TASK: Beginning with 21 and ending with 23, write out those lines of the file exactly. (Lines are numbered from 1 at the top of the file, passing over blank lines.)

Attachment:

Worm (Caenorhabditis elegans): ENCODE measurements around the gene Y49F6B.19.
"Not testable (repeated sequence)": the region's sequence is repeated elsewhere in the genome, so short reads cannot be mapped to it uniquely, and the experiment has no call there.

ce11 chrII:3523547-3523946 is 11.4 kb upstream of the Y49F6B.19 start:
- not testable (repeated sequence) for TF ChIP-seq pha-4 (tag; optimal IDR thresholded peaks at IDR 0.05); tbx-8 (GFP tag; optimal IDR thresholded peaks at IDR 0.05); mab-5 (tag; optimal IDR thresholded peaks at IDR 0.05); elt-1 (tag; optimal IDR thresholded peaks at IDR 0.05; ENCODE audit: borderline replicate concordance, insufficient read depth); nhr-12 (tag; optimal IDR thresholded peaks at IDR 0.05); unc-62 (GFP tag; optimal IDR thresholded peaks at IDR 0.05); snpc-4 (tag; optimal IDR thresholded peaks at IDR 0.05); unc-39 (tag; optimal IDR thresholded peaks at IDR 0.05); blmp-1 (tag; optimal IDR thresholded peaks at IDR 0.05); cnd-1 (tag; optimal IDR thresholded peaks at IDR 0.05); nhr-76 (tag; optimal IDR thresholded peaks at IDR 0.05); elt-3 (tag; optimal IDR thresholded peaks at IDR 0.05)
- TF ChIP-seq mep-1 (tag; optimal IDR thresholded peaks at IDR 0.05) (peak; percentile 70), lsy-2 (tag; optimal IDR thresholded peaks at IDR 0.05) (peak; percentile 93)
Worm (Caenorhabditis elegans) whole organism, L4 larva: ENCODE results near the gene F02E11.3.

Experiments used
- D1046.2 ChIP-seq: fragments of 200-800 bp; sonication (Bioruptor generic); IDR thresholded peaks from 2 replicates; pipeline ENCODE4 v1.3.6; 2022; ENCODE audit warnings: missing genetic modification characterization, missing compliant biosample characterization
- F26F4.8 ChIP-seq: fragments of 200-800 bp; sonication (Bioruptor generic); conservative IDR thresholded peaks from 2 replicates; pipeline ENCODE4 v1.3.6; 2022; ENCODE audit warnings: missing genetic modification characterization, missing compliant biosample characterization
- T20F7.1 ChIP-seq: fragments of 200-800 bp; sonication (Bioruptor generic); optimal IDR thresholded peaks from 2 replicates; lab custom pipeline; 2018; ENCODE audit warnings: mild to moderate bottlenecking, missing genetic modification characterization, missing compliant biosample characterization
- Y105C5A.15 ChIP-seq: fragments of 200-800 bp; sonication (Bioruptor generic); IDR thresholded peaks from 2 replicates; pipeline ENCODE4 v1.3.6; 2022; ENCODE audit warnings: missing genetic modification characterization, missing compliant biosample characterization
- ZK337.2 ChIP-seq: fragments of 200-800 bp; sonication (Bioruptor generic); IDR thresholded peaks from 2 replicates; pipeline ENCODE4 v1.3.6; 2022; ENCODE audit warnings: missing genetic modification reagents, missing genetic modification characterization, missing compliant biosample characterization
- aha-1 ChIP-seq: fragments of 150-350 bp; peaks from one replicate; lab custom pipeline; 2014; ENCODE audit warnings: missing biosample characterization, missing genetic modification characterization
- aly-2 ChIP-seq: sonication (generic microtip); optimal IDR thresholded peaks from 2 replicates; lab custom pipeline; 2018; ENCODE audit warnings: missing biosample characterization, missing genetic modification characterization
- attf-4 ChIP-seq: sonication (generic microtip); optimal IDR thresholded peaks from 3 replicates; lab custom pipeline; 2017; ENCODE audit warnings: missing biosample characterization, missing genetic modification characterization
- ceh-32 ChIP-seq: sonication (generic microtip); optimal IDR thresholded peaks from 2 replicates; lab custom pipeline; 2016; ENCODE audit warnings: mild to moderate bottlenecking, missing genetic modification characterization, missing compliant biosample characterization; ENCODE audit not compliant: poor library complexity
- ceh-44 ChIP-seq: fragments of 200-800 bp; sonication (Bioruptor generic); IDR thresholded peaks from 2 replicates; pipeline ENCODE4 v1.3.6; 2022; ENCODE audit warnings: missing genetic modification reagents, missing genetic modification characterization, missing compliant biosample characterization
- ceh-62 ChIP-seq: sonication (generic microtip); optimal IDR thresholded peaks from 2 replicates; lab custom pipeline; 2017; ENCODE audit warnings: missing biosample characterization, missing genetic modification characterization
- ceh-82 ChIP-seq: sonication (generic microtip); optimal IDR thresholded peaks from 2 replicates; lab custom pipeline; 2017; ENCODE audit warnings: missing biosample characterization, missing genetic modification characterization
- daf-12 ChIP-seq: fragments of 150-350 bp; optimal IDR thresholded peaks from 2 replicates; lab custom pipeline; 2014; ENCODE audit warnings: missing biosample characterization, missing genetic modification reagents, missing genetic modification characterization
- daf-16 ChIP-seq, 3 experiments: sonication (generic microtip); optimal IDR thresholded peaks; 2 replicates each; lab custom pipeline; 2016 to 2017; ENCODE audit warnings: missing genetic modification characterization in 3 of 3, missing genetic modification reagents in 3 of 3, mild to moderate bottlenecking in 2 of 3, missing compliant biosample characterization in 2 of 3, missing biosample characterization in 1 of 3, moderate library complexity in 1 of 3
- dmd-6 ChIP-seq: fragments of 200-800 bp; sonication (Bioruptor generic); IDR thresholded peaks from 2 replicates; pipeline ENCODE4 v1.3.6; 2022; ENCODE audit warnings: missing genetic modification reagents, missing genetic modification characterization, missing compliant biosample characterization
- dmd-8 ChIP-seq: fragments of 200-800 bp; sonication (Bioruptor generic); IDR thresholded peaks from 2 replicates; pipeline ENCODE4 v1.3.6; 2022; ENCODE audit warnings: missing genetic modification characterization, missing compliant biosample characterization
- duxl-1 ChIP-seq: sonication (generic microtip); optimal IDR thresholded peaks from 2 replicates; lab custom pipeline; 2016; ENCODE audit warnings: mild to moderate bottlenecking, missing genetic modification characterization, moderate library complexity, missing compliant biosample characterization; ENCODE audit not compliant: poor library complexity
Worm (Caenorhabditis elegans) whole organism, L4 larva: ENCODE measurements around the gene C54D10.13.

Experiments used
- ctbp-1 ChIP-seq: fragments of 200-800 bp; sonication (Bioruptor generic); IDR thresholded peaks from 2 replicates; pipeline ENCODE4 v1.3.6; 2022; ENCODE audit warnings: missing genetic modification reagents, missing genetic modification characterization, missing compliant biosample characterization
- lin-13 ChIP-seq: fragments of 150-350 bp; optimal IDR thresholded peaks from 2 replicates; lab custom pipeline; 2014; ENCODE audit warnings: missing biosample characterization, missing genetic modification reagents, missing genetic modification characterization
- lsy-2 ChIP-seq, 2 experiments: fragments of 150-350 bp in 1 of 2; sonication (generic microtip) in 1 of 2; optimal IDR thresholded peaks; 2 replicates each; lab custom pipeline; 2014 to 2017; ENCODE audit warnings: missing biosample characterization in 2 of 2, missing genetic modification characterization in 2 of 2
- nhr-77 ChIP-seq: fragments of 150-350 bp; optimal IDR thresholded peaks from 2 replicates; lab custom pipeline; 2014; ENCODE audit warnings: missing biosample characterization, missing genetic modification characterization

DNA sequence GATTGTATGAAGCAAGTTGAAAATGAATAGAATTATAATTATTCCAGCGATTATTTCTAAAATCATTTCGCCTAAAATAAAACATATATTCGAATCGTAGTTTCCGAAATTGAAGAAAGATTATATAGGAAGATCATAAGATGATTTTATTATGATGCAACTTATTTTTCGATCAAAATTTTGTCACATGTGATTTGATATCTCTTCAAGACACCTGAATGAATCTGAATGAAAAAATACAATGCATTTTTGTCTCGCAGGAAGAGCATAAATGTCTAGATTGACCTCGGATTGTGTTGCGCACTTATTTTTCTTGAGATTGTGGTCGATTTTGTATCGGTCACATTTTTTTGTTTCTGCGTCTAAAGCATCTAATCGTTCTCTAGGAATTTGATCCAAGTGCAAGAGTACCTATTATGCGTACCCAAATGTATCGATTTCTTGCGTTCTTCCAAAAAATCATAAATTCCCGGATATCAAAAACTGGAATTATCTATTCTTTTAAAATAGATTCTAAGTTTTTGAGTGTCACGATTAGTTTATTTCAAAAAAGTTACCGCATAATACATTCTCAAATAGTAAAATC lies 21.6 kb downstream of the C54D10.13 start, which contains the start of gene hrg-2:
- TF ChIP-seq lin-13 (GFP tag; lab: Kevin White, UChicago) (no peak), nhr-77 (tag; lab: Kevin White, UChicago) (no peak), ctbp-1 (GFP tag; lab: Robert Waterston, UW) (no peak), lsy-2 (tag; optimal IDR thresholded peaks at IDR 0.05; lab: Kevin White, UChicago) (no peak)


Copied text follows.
- daf-16 ChIP-seq, 3 experiments: sonication (generic microtip); optimal IDR thresholded peaks; 2 replicates each; lab custom pipeline; 2016 to 2017; ENCODE audit warnings: missing genetic modification characterization in 3 of 3, missing genetic modification reagents in 3 of 3, mild to moderate bottlenecking in 2 of 3, missing compliant biosample characterization in 2 of 3, missing biosample characterization in 1 of 3, moderate library complexity in 1 of 3
- dmd-6 ChIP-seq: fragments of 200-800 bp; sonication (Bioruptor generic); IDR thresholded peaks from 2 replicates; pipeline ENCODE4 v1.3.6; 2022; ENCODE audit warnings: missing genetic modification reagents, missing genetic modification characterization, missing compliant biosample characterization
- dmd-8 ChIP-seq: fragments of 200-800 bp; sonication (Bioruptor generic); IDR thresholded peaks from 2 replicates; pipeline ENCODE4 v1.3.6; 2022; ENCODE audit warnings: missing genetic modification characterization, missing compliant biosample characterization